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Thursday, August 21, 2008

Time Flies (aka the year in review)

I was late to jump onto the blog bandwagon. I regret that I didn't start when we found out about this move. It would have been fun to have chronicled the experience and look back on everything that has transpired. So, I thought I'd post some of the things that didn't get included:

Getting on the Plane
When I think of the move to North Carolina one of my most vivid memories is driving to the airport, and getting on the plane. Our best friends (and their kids) drove us. The kids were cranky. We tried to push a lifetime of fun into the last weeks that we were in California. It was amazing, but everyone was exhausted. I spent the entire trip telling the kids stories about my childhood pets (the gerbil that got sucked up the vacuum cleaner, the parakeet we found in a bush, the grey cheeked parrot that left a scar on my neck - I have some good pet stories.) to keep them from fussing and pestering each other. The trip seemed to take hours and yet, I can recall each minute with precise clarity.

Once our friends left us and we were boarding the plane the reality of the circumstances hit Rachel like a hammer. She did not want to get on the plane. I thought we were going to have to drag her. When we finally got her seated other passengers gave us odd looks as they passed. Rach was in a state. She had tears and boogers literally flowing from her and, of course, not a Kleenex in sight. And we're taxiing down the runway. Pat ended up lifting his shirt and stretching out his undershirt to get her cleaned up. I'll have to ask him if he changed out of that booger-y undershirt, or if he kept it on for the whole trip!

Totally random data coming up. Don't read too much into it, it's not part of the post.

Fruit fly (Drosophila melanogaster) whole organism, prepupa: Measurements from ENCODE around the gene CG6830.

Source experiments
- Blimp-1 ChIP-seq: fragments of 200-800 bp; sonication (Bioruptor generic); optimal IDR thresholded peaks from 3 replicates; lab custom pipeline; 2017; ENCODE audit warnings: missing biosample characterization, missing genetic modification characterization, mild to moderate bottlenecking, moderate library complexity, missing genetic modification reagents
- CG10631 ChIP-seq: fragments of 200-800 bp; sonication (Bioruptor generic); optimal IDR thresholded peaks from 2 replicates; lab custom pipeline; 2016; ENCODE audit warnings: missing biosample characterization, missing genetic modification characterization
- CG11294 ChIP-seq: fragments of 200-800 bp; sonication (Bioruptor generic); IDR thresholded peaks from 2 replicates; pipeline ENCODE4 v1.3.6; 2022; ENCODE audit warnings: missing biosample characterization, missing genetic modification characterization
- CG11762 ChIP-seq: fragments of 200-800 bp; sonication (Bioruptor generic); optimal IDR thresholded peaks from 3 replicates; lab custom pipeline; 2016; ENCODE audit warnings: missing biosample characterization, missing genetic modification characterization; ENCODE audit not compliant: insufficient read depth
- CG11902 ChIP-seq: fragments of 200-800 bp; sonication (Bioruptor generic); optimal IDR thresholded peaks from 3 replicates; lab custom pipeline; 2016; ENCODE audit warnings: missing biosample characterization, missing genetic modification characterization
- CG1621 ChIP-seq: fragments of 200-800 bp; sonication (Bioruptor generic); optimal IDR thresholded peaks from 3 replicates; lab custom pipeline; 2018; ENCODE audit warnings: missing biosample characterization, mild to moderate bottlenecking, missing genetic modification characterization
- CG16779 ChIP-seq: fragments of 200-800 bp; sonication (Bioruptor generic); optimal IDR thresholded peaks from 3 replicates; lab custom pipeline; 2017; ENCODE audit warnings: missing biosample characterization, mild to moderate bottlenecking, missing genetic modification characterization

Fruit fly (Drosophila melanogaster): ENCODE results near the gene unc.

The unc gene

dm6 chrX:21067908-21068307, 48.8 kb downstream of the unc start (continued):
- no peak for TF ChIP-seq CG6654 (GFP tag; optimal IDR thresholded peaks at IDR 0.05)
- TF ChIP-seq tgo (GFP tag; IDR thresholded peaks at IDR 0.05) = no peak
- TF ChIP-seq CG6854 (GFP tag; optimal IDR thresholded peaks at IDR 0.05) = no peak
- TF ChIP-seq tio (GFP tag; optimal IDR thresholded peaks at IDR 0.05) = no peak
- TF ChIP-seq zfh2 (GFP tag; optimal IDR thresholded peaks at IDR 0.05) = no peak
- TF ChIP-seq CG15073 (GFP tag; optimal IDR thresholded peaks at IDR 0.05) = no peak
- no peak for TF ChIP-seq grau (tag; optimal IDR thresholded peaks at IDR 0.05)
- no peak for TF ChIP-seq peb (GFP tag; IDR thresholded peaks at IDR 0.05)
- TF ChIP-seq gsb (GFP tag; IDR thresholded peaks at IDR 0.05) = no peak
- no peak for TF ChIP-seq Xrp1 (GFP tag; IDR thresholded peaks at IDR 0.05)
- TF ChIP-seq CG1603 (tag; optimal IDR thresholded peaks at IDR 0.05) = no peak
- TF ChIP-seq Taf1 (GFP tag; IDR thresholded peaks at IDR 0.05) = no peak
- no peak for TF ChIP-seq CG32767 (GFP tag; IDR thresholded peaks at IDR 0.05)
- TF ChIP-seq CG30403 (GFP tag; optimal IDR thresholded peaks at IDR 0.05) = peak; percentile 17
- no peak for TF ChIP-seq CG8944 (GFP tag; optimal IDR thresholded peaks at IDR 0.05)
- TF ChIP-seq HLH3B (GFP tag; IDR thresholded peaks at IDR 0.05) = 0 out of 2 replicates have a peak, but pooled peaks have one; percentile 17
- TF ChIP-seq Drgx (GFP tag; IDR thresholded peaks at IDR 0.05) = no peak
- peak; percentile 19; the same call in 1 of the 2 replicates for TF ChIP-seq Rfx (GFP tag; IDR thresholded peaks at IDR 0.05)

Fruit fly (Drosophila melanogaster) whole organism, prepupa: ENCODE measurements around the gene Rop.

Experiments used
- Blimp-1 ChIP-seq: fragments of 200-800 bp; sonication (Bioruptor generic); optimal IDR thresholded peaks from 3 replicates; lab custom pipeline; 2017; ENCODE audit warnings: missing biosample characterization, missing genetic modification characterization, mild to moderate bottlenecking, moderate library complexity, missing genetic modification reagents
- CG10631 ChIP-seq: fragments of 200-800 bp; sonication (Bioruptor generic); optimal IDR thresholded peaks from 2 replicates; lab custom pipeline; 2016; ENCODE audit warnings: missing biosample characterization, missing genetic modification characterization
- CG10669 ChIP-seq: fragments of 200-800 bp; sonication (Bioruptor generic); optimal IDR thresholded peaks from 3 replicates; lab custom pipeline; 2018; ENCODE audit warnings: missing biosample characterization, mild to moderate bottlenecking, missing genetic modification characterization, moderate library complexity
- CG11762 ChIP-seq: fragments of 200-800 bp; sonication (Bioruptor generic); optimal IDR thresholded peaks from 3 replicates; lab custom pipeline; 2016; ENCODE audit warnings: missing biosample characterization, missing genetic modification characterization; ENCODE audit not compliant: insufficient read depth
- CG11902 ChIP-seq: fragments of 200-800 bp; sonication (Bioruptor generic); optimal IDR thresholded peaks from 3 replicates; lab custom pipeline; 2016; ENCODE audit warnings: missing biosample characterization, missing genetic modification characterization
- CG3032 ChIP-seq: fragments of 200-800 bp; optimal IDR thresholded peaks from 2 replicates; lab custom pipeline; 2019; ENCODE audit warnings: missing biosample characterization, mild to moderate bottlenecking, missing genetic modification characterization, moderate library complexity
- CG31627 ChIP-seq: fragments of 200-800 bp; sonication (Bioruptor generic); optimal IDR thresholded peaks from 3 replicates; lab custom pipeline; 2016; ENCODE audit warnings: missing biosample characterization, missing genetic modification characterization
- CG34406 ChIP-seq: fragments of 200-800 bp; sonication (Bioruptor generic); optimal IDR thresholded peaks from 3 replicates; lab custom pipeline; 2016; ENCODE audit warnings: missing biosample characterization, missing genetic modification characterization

Ready for takeoff!

The First Day of School
When we arrived in NC our house wouldn't be ready for nearly three weeks. We were living in a hotel about 30 minutes from school. The weather was obscenely hot and humid. As we left for school it was already miserable to be outside. We cranked the a/c until we were frosty-cool, and headed for the school.

When we arrived at the school we herded the kids towards the entrance for the requisite picture. Pat removed the lens cap and snapped the first picture, but got a surprise when he checked the results. It was so stinking hot that the lens had fogged. Welcome to humidity!!
Humidity at it's finest!

The Poof!
The builder got us into our new home as quickly as he could. We were frantic to get out of that hotel room. It was a long three weeks. The main living areas were mostly finished, but there was still a lot of touch-up work being done. Additionally, we decided to finish the basement. Banging and hammering became the music of our life.

Work was proceeding as planned, and everyone learned to go about their business and mostly ignore the construction. The kids were at school and Pat was busily working in his office in the attic when I noticed what appeared to be thick, white, billowing smoke. As I stared, temporarily frozen in shock, the smoke alarm began to blare. I died a little inside. We were newly out of the %&*@!# hotel and now the house was going to burn down. I began running from room to room in search of the fire. Pat was simultaneously performing the same search upstairs. We met on the second floor landing, and then ran for the basement.

But when we got down there everyone else was calm. Sigh. It seems that in order to move plumbing encased in concrete you need a (wait for it...) concrete saw. A concrete saw needs to be used with water, or bad things happen. The person using the saw was, apparently, unaware of this. What we thought was smoke was actually a massive plume of concrete dust. This dust was so fine that it actually hung in the air like smoke. The good news was that the house didn't burn down. Yeah! The bad news was that the dust got everywhere. Even upstairs. Talk about a cleaning nightmare.

Basement construction begins. Pre-poof!